Phuket Vegetarian Festival

Monday 30 October 2006 – Phuket Town and Singapore

Rose early-ish to head out shopping. Breakfast was an excellent roti cannai at a little place where no English was spoken, in the same street all the textile shops are. I purchased a number of batiks and Malay-style fabric pieces.

People had been gathering along the sides of the street, so having completed my purchases I joined them. Soon a major parade, part of the Vegetarian Festival, started to roll by. Groups waving flags were followed by vehicles decorated with floyers and carrying drummers. Then the ‘mediums’ – people apparently in a trance-like state. Many of those had pierced their bodies – cheeks, arms, torsos – with knives, swords and other sharp implements. Others cut themselves with axes and blades, with blood running down their chests.

Phuket Vegetarian Festival
Phuket Vegetarian Festival
Phuket Vegetarian Festival
Phuket Vegetarian Festival
Phuket Vegetarian Festival
Phuket Vegetarian Festival
Phuket Vegetarian Festival
Phuket Vegetarian Festival
Phuket Vegetarian Festival
Phuket Vegetarian Festival
Phuket Vegetarian Festival
Phuket Vegetarian Festival

Then groups bearing statues of varies deities came past, accompanied by loud explosions and smoke as thousands of the firecrackers I’d seen being sold everywhere were set off, creating a deafening din.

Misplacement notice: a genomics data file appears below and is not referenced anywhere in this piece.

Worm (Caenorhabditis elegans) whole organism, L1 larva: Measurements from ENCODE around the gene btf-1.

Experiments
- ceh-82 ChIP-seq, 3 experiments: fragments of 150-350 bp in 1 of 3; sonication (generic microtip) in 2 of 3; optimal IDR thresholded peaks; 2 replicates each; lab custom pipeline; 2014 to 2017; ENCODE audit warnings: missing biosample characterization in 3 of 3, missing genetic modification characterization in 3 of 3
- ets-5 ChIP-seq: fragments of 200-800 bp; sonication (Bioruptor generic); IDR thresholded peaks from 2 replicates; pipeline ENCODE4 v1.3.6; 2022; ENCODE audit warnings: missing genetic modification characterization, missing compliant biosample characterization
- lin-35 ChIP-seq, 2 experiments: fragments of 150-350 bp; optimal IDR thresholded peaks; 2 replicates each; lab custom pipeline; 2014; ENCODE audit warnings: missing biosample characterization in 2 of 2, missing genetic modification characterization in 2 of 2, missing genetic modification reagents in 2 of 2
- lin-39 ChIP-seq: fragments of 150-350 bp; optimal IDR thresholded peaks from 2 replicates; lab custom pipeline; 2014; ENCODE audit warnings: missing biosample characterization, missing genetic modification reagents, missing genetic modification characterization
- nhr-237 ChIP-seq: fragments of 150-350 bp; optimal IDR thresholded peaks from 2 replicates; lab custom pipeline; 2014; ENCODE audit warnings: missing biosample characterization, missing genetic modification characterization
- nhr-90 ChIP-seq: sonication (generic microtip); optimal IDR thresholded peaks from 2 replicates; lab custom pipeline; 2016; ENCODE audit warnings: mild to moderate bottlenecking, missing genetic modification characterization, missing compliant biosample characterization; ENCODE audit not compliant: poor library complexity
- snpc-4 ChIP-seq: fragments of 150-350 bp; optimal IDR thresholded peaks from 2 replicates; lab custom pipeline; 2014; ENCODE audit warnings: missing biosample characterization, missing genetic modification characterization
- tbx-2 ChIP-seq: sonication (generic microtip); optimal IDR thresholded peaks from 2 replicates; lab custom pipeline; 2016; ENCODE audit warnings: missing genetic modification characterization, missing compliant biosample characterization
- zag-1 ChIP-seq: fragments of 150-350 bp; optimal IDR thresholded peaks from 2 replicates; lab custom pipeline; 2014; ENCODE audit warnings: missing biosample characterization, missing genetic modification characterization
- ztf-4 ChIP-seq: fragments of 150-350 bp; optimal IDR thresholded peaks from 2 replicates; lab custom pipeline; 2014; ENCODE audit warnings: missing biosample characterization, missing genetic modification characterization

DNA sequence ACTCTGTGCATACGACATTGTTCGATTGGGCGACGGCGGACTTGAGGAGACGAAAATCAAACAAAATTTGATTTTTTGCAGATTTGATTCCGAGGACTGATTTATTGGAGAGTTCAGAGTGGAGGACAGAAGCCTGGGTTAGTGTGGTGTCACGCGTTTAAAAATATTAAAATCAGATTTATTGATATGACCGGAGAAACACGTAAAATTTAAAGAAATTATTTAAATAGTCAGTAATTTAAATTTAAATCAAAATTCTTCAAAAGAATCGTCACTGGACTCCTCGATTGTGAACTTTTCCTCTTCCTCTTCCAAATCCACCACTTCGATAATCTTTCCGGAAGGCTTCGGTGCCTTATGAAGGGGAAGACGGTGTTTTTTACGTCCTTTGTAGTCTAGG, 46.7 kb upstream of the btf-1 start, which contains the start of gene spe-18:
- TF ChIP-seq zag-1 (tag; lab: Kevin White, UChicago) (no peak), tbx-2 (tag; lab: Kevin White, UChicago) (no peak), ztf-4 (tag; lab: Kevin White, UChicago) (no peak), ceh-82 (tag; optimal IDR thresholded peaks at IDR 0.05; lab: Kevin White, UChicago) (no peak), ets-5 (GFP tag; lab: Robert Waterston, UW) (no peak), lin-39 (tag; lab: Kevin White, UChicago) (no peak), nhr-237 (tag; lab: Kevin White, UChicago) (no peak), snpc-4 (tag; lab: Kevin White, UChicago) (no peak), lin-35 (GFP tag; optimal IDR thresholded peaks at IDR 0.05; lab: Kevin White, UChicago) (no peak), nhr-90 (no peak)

Phuket Vegetarian Festival
Phuket Vegetarian Festival
Phuket Vegetarian Festival
Phuket Vegetarian Festival
Phuket Vegetarian Festival
Phuket Vegetarian Festival
Phuket Vegetarian Festival
Phuket Vegetarian Festival
Phuket Vegetarian Festival
Phuket Vegetarian Festival
Phuket Vegetarian Festival
Phuket Vegetarian Festival

The festival is celebrated mostly by Chinese Thai Buddhists, but bears similarities with some Muslim and Hindu celebrations (there is conjecture that Chinese immigrants in previous centuries were influenced by a similar Muslim celebration in northern Malaysia at the time). With its clear theme of mortification of the flesh and abstinence from meat, I humbly conjecture that it also has a deal in common with the Catholic Carnival and Lent. A memorable morning, and all before 10am!

After a little more shopping I returned to the hotel to catch a taxi to the airport and my flight to Singapore. The Lion City was still covered in haze as I checked in at The York just on dark and as I went out to re-acquaint myself with the town. Dinner was an old favourite – claypot rice with port at the hawker centre in Lucky Plaza, on Orchard Road.

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